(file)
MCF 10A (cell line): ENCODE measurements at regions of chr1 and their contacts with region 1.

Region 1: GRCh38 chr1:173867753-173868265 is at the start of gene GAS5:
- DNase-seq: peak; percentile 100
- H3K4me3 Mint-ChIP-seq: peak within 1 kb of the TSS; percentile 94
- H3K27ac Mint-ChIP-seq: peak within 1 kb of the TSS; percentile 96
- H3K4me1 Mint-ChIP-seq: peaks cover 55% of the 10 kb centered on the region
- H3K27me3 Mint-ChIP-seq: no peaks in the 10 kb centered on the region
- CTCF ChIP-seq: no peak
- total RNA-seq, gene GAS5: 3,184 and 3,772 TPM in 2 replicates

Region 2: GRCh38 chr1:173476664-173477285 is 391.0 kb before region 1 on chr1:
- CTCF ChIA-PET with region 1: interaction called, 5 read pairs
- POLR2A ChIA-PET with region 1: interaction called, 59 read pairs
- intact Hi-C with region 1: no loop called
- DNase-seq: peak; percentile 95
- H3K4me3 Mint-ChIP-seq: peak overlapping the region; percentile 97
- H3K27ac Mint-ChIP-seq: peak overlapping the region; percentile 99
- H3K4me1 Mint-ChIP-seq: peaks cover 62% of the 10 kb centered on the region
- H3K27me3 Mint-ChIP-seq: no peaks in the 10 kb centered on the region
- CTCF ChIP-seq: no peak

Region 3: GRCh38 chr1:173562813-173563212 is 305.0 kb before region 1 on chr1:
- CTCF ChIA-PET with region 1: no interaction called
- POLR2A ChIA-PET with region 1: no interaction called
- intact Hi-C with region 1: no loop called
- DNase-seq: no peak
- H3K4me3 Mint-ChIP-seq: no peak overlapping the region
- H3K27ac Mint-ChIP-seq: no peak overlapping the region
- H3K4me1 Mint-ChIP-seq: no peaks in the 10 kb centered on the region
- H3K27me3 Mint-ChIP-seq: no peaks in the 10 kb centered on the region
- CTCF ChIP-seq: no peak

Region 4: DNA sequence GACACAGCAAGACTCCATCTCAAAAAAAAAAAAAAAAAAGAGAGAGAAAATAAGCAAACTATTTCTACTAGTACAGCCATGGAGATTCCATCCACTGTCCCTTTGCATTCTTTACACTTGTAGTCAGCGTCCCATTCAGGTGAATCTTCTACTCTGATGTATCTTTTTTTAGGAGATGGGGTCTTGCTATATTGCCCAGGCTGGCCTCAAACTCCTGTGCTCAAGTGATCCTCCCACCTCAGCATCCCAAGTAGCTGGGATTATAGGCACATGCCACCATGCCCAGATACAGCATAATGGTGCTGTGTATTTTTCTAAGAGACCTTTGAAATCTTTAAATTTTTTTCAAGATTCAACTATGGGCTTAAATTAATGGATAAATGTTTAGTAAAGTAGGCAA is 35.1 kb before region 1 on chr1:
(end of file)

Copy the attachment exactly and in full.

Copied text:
MCF 10A (cell line): ENCODE measurements at regions of chr1 and their contacts with region 1.

Region 1: GRCh38 chr1:173867753-173868265 is at the start of gene GAS5:
- DNase-seq: peak; percentile 100
- H3K4me3 Mint-ChIP-seq: peak within 1 kb of the TSS; percentile 94
- H3K27ac Mint-ChIP-seq: peak within 1 kb of the TSS; percentile 96
- H3K4me1 Mint-ChIP-seq: peaks cover 55% of the 10 kb centered on the region
- H3K27me3 Mint-ChIP-seq: no peaks in the 10 kb centered on the region
- CTCF ChIP-seq: no peak
- total RNA-seq, gene GAS5: 3,184 and 3,772 TPM in 2 replicates

Region 2: GRCh38 chr1:173476664-173477285 is 391.0 kb before region 1 on chr1:
- CTCF ChIA-PET with region 1: interaction called, 5 read pairs
- POLR2A ChIA-PET with region 1: interaction called, 59 read pairs
- intact Hi-C with region 1: no loop called
- DNase-seq: peak; percentile 95
- H3K4me3 Mint-ChIP-seq: peak overlapping the region; percentile 97
- H3K27ac Mint-ChIP-seq: peak overlapping the region; percentile 99
- H3K4me1 Mint-ChIP-seq: peaks cover 62% of the 10 kb centered on the region
- H3K27me3 Mint-ChIP-seq: no peaks in the 10 kb centered on the region
- CTCF ChIP-seq: no peak

Region 3: GRCh38 chr1:173562813-173563212 is 305.0 kb before region 1 on chr1:
- CTCF ChIA-PET with region 1: no interaction called
- POLR2A ChIA-PET with region 1: no interaction called
- intact Hi-C with region 1: no loop called
- DNase-seq: no peak
- H3K4me3 Mint-ChIP-seq: no peak overlapping the region
- H3K27ac Mint-ChIP-seq: no peak overlapping the region
- H3K4me1 Mint-ChIP-seq: no peaks in the 10 kb centered on the region
- H3K27me3 Mint-ChIP-seq: no peaks in the 10 kb centered on the region
- CTCF ChIP-seq: no peak

Region 4: DNA sequence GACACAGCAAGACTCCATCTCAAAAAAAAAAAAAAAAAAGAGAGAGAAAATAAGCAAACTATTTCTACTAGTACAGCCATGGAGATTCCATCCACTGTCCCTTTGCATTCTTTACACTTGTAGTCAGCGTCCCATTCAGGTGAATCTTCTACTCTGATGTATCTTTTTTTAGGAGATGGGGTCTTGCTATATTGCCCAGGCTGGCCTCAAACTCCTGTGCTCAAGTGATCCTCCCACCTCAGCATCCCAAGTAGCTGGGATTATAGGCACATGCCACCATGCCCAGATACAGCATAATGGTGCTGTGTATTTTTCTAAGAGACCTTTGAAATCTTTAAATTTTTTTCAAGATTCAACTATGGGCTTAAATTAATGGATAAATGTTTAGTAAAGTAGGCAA is 35.1 kb before region 1 on chr1: